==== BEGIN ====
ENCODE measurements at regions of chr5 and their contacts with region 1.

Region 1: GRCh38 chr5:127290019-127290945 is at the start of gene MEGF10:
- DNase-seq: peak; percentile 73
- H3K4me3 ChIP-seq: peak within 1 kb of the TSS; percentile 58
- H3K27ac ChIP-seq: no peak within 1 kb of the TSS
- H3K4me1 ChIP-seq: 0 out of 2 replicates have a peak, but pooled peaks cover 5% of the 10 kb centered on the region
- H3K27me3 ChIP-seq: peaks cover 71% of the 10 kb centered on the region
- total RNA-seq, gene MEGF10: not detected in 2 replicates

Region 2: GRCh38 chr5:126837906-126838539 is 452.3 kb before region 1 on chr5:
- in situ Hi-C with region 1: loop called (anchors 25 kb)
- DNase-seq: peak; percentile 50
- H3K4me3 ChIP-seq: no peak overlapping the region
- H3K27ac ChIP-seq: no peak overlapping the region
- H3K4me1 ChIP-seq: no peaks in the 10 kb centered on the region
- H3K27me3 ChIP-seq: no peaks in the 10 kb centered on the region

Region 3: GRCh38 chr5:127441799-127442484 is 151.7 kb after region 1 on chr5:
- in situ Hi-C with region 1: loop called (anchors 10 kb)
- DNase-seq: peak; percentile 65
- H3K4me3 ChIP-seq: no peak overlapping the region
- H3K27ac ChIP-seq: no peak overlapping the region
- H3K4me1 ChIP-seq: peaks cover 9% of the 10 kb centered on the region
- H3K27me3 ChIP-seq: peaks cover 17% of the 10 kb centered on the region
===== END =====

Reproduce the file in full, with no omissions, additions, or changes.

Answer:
ENCODE measurements at regions of chr5 and their contacts with region 1.

Region 1: GRCh38 chr5:127290019-127290945 is at the start of gene MEGF10:
- DNase-seq: peak; percentile 73
- H3K4me3 ChIP-seq: peak within 1 kb of the TSS; percentile 58
- H3K27ac ChIP-seq: no peak within 1 kb of the TSS
- H3K4me1 ChIP-seq: 0 out of 2 replicates have a peak, but pooled peaks cover 5% of the 10 kb centered on the region
- H3K27me3 ChIP-seq: peaks cover 71% of the 10 kb centered on the region
- total RNA-seq, gene MEGF10: not detected in 2 replicates

Region 2: GRCh38 chr5:126837906-126838539 is 452.3 kb before region 1 on chr5:
- in situ Hi-C with region 1: loop called (anchors 25 kb)
- DNase-seq: peak; percentile 50
- H3K4me3 ChIP-seq: no peak overlapping the region
- H3K27ac ChIP-seq: no peak overlapping the region
- H3K4me1 ChIP-seq: no peaks in the 10 kb centered on the region
- H3K27me3 ChIP-seq: no peaks in the 10 kb centered on the region

Region 3: GRCh38 chr5:127441799-127442484 is 151.7 kb after region 1 on chr5:
- in situ Hi-C with region 1: loop called (anchors 10 kb)
- DNase-seq: peak; percentile 65
- H3K4me3 ChIP-seq: no peak overlapping the region
- H3K27ac ChIP-seq: no peak overlapping the region
- H3K4me1 ChIP-seq: peaks cover 9% of the 10 kb centered on the region
- H3K27me3 ChIP-seq: peaks cover 17% of the 10 kb centered on the region